- The Spanish economy accelerates to 1.3% this year and 2% next year in a less favorable European environment
- 622,000 jobs are created between this year and the one that comes after six continuous exercises of job destruction
- The unemployment rate ends 2015 at 22.2% of the active population, a lower percentage than at the end of the last Legislature
The Council of Ministers approved the 2014-2015 macroeconomic scenario, which includes an upward revision of the forecasts in the two years. For 2014, growth of 1.3% is expected, one tenth above the last forecast for April this year, and 2% for 2015, two tenths higher. This improvement occurs despite a less favorable environment, especially in the eurozone. The recovery of the Spanish economy is consolidated with a growth higher than that of the countries of the single currency, which will allow the creation of 622,000 jobs between the two years after six years of continued destruction of jobs. The unemployment rate will close 2015 at 22.2% of the active population, below that registered in the last quarter of 2011.
Thanks to the reforms carried out, in the second quarter of 2014 the Spanish economy managed to grow (0.6%) above the average for the partners in the euro area (0.0%), weighed down by the main countries, France, Italy and Germany. Forecasts indicate that growth for the year as a whole (1.3%) will also be higher. International organizations have slightly revised their estimates for the eurozone downwards in 2014, while in the case of Spain the process has been the opposite, also for 2015. The eurozone is expected to recover the growth rate next year, thanks to a more favorable financial and fiscal environment and the impulse measures decided by the European Central Bank (ECB). In this context, the forecasts approved by the Government for the Spanish economy can be described as prudent and realistic.
The macroeconomic scenario that accompanies the 2015 General State Budgets, based on the new SEC-2010, is based on the consolidation of the recovery process started by the Spanish economy last year. Average annual GDP growth in volume is estimated at 1.3% in 2014, after the 1.2% drop in 2013, and an acceleration of seven tenths, down to 2%, in 2015. This scenario is based on the job creation, the positive tone of the expectations of both consumers and companies, the moderation of prices and wages, the gradual improvement of financial conditions for companies and families, the tax reform and the dynamism of the export sector.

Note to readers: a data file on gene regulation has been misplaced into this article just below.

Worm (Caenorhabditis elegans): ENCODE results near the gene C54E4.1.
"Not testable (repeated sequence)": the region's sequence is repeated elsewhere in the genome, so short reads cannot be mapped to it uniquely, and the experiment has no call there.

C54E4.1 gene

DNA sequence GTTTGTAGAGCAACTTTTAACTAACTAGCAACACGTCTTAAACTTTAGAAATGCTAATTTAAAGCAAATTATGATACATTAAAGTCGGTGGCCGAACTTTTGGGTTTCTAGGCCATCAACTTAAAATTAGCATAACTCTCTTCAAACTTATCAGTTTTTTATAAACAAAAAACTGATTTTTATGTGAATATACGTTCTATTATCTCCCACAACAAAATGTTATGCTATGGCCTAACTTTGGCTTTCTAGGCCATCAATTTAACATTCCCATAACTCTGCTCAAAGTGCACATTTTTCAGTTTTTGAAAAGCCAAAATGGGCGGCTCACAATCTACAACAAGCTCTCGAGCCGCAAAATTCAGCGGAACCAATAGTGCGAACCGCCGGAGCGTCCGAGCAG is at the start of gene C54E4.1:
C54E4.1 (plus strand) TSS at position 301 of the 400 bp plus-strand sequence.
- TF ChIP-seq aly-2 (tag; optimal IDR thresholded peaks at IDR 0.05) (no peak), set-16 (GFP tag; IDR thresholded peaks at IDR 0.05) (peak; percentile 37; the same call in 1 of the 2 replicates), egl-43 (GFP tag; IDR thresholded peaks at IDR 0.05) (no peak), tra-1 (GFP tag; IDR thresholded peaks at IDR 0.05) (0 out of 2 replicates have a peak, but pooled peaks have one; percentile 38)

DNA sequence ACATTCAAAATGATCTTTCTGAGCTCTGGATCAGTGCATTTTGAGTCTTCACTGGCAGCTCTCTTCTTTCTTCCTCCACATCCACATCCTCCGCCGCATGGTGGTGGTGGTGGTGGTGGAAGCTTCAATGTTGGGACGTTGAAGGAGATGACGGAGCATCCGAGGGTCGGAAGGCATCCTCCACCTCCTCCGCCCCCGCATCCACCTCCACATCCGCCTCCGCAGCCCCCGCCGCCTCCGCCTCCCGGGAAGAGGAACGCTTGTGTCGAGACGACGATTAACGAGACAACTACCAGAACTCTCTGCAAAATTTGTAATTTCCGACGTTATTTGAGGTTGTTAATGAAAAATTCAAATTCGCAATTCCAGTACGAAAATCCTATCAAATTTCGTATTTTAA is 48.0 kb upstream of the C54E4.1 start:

The projected growth for the Spanish economy in 2014 is a consequence of the expansionary behavior of national demand, which will gradually gain weight. It will contribute 1.4 percentage points to GDP growth after six negative years (-2.7 percentage points in 2013) and 1.8 points next year. Both private consumption and investment in capital goods will contribute to this growth, while the adjustment in the construction sector could have hit bottom to start the recovery in 2015. The combined effect of the progressive increase in consumption and the moderation in Unit labor costs will allow modest increases in inflation. Improvements in competitiveness will continue, while maintaining the purchasing power of incomes.
Net foreign demand will drain a tenth of a percentage point to the annual variation of GDP in 2014, although a correction of the growth pattern is expected in 2015, with a positive contribution from both national demand (1.8 percentage points) and external demand. (0.2 percentage points). The expected recovery of the European economies and the depreciation of the exchange rate will allow exports to recover to grow 3.6% this year and 5.2% in 2015. The balance of the current account balance will remain positive. and it will show a financing capacity compared to the rest of the world, of 1.5% of GDP, in 2014, and 1.7% in 2015.
The revival of the Spanish economy will be accompanied by a progressive strengthening of employment, in a context of moderation in labor costs and flexibility in the labor market. Employment will grow 0.7% on an annual basis this year (full-time equivalent jobs), after six years of continued job destruction, and will accelerate seven tenths in 2015, to 1.4%. These forecasts are also higher than those of the Stability Program last April, which placed job growth at 0.6% and 1.2%, respectively.
In EPA terms (Active Population Survey), the forecast scenario contemplates the net creation of 622,000 jobs between the end of 2013 and the end of next year. In that period, the number of unemployed is reduced by 860,000. The unemployment rate will decrease already this year and next, to stand at 22.2% of the active population at the end of 2015. On an annual average, the unemployment rate decreases 1.4 points in 2014, until 24, 7% of the active population, and almost two additional points next year, up to 22.9%.